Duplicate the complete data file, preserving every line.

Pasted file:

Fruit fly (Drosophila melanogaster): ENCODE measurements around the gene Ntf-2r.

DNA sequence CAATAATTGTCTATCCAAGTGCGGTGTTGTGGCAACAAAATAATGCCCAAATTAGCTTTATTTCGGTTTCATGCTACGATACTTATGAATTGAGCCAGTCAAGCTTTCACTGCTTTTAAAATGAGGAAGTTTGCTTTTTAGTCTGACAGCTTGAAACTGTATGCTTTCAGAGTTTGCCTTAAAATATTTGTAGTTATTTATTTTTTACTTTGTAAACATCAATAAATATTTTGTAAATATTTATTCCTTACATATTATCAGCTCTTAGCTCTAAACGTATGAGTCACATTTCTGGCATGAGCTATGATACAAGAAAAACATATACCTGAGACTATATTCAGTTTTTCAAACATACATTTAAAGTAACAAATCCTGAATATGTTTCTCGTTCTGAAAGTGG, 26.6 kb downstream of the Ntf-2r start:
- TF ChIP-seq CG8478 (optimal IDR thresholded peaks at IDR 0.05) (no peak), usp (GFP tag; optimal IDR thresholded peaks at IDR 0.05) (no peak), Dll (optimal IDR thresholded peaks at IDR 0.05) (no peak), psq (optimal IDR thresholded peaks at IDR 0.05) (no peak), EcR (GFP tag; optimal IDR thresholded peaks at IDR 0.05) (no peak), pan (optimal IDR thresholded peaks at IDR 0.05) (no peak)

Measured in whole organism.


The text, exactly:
Fruit fly (Drosophila melanogaster): ENCODE measurements around the gene Ntf-2r.

DNA sequence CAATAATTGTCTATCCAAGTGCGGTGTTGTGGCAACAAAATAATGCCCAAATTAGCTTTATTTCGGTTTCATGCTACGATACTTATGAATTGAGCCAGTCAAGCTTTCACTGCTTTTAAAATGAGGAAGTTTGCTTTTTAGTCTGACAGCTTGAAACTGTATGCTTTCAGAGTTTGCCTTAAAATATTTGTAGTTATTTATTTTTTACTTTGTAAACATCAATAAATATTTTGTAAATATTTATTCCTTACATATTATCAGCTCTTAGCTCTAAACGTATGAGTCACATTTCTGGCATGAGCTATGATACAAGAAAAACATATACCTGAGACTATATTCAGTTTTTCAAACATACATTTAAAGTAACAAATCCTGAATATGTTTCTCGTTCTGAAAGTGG, 26.6 kb downstream of the Ntf-2r start:
- TF ChIP-seq CG8478 (optimal IDR thresholded peaks at IDR 0.05) (no peak), usp (GFP tag; optimal IDR thresholded peaks at IDR 0.05) (no peak), Dll (optimal IDR thresholded peaks at IDR 0.05) (no peak), psq (optimal IDR thresholded peaks at IDR 0.05) (no peak), EcR (GFP tag; optimal IDR thresholded peaks at IDR 0.05) (no peak), pan (optimal IDR thresholded peaks at IDR 0.05) (no peak)

Measured in whole organism.